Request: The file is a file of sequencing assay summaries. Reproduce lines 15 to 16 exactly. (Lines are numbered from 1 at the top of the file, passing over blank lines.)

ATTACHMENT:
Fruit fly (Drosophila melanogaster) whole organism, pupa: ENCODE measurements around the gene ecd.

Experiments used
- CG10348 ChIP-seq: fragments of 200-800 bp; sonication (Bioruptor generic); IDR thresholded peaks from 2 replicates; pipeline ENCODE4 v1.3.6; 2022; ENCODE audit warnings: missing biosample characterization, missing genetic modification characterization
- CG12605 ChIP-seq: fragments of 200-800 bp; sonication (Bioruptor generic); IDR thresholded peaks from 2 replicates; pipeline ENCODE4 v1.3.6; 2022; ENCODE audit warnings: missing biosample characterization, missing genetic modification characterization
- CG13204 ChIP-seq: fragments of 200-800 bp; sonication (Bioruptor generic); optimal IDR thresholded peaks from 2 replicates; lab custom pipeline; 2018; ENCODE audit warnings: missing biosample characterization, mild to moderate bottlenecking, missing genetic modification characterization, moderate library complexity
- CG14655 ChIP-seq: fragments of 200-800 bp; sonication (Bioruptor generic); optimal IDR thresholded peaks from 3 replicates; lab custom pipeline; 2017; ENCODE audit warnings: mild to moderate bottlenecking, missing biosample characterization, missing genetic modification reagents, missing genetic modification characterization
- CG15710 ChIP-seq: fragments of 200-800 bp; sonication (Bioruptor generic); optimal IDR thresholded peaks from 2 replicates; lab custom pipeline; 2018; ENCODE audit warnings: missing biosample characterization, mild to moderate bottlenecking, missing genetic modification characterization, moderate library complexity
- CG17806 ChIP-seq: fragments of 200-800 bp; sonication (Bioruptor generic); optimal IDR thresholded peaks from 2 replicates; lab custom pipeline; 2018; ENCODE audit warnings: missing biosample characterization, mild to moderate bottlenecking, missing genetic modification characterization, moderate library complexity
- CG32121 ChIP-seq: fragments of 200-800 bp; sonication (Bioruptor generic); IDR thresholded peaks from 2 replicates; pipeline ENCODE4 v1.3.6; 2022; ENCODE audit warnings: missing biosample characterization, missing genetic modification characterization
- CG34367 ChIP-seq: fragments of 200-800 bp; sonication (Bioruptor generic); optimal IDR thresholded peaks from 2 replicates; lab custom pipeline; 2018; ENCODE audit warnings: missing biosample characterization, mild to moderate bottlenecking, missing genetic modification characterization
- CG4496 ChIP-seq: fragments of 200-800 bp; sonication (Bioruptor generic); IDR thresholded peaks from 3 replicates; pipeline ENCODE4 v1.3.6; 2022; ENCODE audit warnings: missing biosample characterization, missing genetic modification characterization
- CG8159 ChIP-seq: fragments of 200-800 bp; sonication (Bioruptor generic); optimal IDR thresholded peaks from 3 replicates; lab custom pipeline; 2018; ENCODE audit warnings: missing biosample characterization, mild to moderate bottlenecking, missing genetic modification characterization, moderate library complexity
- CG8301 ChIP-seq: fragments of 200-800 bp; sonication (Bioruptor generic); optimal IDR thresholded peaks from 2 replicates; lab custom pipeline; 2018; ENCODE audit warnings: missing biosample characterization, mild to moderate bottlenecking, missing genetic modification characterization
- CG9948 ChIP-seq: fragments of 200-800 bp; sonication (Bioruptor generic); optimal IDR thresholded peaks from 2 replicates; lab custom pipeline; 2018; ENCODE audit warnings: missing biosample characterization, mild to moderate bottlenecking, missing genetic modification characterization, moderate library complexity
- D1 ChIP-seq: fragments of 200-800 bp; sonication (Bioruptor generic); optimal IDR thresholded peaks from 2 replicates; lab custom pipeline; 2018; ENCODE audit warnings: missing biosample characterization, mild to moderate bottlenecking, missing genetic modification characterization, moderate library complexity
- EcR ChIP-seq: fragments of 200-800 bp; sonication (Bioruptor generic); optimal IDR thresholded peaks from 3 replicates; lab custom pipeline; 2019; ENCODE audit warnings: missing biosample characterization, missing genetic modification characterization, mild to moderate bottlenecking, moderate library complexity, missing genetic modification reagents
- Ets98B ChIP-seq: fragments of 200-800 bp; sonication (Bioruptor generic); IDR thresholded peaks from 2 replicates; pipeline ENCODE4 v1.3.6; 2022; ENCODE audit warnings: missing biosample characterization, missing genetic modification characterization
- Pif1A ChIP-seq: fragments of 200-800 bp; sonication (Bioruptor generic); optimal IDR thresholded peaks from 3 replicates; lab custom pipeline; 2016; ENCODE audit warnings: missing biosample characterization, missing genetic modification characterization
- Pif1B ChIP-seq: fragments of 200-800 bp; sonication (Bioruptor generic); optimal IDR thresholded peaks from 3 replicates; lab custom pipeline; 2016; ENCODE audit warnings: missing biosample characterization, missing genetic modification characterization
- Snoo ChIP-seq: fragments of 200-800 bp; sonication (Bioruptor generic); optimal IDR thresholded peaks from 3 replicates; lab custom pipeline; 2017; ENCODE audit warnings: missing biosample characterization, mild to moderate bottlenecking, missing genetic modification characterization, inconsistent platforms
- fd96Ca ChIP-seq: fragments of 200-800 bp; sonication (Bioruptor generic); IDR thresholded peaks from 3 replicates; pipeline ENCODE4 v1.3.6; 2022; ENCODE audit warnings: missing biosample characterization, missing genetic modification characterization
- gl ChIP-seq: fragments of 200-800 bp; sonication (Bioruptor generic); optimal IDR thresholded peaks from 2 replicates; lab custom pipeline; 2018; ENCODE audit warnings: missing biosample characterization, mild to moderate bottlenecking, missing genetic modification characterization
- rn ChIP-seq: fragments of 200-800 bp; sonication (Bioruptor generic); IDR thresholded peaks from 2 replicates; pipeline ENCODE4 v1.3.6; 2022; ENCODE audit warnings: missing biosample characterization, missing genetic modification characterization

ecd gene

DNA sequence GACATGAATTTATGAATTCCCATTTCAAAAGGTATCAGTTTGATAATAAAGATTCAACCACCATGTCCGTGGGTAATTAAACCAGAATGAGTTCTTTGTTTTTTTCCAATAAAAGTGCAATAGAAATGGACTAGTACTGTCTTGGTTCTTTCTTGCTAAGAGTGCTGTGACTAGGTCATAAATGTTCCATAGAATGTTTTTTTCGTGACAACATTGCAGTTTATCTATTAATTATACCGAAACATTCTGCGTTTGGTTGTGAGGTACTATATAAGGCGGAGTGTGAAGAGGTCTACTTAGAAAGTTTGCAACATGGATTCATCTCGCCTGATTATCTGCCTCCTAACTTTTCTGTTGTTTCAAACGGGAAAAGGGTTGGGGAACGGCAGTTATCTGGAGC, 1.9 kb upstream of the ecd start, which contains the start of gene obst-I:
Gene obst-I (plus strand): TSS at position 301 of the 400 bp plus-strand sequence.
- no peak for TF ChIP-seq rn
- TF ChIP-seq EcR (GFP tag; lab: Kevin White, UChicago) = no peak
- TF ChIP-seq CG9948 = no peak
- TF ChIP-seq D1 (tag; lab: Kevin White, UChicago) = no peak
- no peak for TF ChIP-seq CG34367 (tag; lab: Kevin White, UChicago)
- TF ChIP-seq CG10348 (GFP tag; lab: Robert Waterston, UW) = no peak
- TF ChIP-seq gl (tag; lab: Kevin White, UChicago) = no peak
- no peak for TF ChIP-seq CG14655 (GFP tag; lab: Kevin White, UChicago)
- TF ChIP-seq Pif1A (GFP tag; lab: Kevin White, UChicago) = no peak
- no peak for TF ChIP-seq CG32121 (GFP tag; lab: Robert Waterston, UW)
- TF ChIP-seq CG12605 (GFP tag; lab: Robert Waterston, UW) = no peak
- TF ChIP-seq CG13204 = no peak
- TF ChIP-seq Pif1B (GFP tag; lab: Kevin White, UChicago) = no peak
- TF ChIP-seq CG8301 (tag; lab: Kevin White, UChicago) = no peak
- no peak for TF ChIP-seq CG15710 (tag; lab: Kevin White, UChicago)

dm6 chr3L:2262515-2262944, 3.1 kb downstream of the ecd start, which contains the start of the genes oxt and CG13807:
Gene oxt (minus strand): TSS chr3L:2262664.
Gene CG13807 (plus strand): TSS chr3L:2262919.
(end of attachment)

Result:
- D1 ChIP-seq: fragments of 200-800 bp; sonication (Bioruptor generic); optimal IDR thresholded peaks from 2 replicates; lab custom pipeline; 2018; ENCODE audit warnings: missing biosample characterization, mild to moderate bottlenecking, missing genetic modification characterization, moderate library complexity
- EcR ChIP-seq: fragments of 200-800 bp; sonication (Bioruptor generic); optimal IDR thresholded peaks from 3 replicates; lab custom pipeline; 2019; ENCODE audit warnings: missing biosample characterization, missing genetic modification characterization, mild to moderate bottlenecking, moderate library complexity, missing genetic modification reagents